To date, Assoc Prof. Coupe has completed three collaborative works with ADM under the URECA programme. Miss Kelly has undertaken even more and has produced 14 books, one film and an interactive website. She has worked with linguists such as Lauren Gawne of La Trobe University, Australia, who researches the Syuba people in Nepal. Work on the Syuba language involved the School of Engineering in creating an interactive website of the Syuba language, Nepali and English. Featuring about 1200 words, the website includes a language learning game in which the player walks through a virtual village and meets different people to learn the words. Other collaborations include one with the School of Mathematics, from which a student produced a book with the Syuba people documenting their traditional weaving, an important part of their cultural heritage.

Representing Cultures

Although she focuses on the artistic side of the storybook, ADM student Casey Kwokdinata also has an important role to play in ensuring the culture of the Ao tribe in Nagaland is represented accurately. To make sure that she was portraying them and their animal folktale in a fair and truthful manner, Casey conducted research on animals in North India before embarking on the project. Assoc Prof. Coupe shows her illustrations to the Ao people to ensure that the drawings are culturally appropriate and accurate.

Casey usually studies aesthetics but this project enables her to learn about language documentation and cultural differences. The project is sensitive and does not come without challenges. The researchers are sometimes asked: “Why are you making images of their cultural heritage? Why not help the indigenous people to do the drawings themselves instead of just approving and giving feedback?”

One consideration is that ADM and LMS have the resources to create a finished product that the indigenous people can hold as a physical representation of their culture and one that comes to mean a lot to the communities. Many tribes are poor and many of the villagers work from morning to night just to survive. Their children walk for two hours every morning to get to school. Furthermore, using the films and documentation provided by the linguists, the ADM students can transfer images of the people, houses and landscapes directly into the book or film. When the people of these indigenous groups recognise themselves and their home, they identify with the books and their own stories. This makes the books that much more meaningful for them. Recalling a visit to Nagaland with Assoc Prof. Coupe, Miss Kelly recounted how the Naga people loved the book so much that they hugged and kissed the gratified content creators. Assoc Prof. Alec Coupe says “I earned my doctorate and established my career by working on these languages, so it is satisfying to be able to give something back to the communities that helped me with my research. It is also particularly gratifying to see someone read in their own language for the very first time.”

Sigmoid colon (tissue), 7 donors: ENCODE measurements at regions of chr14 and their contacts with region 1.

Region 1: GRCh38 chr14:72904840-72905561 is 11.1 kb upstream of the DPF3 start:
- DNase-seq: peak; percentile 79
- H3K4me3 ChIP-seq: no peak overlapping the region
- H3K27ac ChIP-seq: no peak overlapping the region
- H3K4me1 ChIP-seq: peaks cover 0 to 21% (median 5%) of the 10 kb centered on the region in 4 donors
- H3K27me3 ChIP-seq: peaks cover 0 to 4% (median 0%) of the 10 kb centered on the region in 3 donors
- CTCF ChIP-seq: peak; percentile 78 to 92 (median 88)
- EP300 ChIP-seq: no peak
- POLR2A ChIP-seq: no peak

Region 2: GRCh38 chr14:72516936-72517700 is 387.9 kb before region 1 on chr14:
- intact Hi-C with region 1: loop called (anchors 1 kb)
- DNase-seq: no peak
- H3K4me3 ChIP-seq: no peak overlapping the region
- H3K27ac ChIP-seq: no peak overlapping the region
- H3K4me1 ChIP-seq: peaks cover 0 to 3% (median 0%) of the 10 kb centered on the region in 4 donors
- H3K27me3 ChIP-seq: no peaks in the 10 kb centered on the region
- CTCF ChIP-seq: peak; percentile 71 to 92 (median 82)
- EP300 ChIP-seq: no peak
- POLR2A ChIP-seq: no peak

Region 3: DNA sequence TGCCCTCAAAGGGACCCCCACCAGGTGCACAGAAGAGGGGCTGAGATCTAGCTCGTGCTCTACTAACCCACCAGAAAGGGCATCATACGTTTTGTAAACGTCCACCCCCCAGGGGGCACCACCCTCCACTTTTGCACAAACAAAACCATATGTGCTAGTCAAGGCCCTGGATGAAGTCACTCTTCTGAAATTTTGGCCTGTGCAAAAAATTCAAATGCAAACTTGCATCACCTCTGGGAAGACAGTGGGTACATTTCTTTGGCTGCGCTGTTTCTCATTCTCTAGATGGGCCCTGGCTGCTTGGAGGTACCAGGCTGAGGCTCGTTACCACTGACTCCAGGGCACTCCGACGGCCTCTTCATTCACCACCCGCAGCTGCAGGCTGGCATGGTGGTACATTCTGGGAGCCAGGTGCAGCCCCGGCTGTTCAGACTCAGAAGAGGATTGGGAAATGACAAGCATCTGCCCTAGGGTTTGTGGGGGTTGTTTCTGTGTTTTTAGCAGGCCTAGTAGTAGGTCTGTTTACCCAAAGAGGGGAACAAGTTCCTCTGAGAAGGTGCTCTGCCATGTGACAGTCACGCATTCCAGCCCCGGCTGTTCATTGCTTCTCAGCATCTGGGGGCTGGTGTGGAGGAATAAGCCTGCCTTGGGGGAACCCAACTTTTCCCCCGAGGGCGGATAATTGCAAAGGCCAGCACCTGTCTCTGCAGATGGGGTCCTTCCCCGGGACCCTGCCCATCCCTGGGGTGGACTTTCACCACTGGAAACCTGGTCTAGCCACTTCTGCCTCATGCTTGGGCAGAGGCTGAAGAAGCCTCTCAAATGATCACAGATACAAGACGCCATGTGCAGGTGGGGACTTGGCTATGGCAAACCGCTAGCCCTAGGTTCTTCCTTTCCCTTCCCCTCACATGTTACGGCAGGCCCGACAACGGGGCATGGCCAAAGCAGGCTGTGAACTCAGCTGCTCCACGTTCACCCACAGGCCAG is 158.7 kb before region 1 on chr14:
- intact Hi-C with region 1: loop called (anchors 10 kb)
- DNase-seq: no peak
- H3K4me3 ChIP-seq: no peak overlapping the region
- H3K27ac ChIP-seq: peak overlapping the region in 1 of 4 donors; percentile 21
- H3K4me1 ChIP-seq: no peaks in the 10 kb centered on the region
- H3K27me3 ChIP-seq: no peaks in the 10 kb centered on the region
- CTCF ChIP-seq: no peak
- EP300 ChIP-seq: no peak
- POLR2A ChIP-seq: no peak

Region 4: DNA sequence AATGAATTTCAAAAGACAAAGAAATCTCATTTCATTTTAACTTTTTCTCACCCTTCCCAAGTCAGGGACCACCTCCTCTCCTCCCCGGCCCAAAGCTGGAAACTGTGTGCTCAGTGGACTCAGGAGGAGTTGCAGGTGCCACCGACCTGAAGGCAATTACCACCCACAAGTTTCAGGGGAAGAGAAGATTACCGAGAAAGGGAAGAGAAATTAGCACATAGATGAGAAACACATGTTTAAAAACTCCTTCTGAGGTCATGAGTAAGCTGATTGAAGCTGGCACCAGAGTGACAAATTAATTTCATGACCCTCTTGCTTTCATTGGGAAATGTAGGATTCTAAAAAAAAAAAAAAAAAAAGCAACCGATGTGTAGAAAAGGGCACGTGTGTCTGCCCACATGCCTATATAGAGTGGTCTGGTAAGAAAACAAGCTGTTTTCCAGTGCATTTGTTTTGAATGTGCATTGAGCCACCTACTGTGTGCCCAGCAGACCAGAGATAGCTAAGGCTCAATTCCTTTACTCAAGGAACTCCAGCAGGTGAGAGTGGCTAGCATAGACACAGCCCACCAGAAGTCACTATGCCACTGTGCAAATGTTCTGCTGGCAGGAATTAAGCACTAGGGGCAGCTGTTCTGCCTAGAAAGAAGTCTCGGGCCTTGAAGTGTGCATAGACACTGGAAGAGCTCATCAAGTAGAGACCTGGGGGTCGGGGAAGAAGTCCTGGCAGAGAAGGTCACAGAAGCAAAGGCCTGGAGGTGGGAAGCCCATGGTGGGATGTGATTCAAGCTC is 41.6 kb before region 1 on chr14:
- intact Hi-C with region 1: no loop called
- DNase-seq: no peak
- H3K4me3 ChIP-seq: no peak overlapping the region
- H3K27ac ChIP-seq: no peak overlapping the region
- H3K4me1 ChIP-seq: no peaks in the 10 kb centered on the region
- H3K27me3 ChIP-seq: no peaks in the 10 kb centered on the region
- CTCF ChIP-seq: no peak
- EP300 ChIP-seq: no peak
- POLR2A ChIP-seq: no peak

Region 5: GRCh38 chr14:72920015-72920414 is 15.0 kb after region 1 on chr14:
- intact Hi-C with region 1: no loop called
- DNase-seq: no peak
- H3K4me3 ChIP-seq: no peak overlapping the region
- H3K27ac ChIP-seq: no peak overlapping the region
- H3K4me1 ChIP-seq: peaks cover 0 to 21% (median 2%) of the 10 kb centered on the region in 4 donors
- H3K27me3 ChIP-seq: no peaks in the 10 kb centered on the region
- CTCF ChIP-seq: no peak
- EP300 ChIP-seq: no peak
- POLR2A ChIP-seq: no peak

Even so, visualising and drawing someone else’s culture will always be a daunting task and is no trivial responsibility. The key for Casey is to ensure that she has conducted research into all the relevant background information she might need and to communicate well with Assoc Prof. Coupe and the Ao people. This way, she can receive comments, constructive feedback and suggestions for improvement, thereby avoiding any misinterpretation of culture.

URECA ADM students who have worked on projects involving the Angami people have a slightly different way of ensuring accuracy of cultural representation; they work directly with the Angami community right here in Singapore. Their proximity means that the students can actually meet the community, show the drawings to them in person, and receive feedback directly. This arrangement not only gives the students greater confidence in their work but also fosters a special connection between them and the Angamis.

Conclusion

Folktales of indigenous communities are passed down orally for generations. By introducing a writing system and illustrating their folktales, an integral component of the community’s culture and history is preserved. This collaboration is a deeply rewarding venture for Assoc Prof. Coupe, Miss Kelly and Casey. Clearly, they aren’t just making children’s picture books but making a difference to culture and the life of the community.

 
 
 

This news item was first published in Constellations, the magazine for the Humanities in Singapore. ​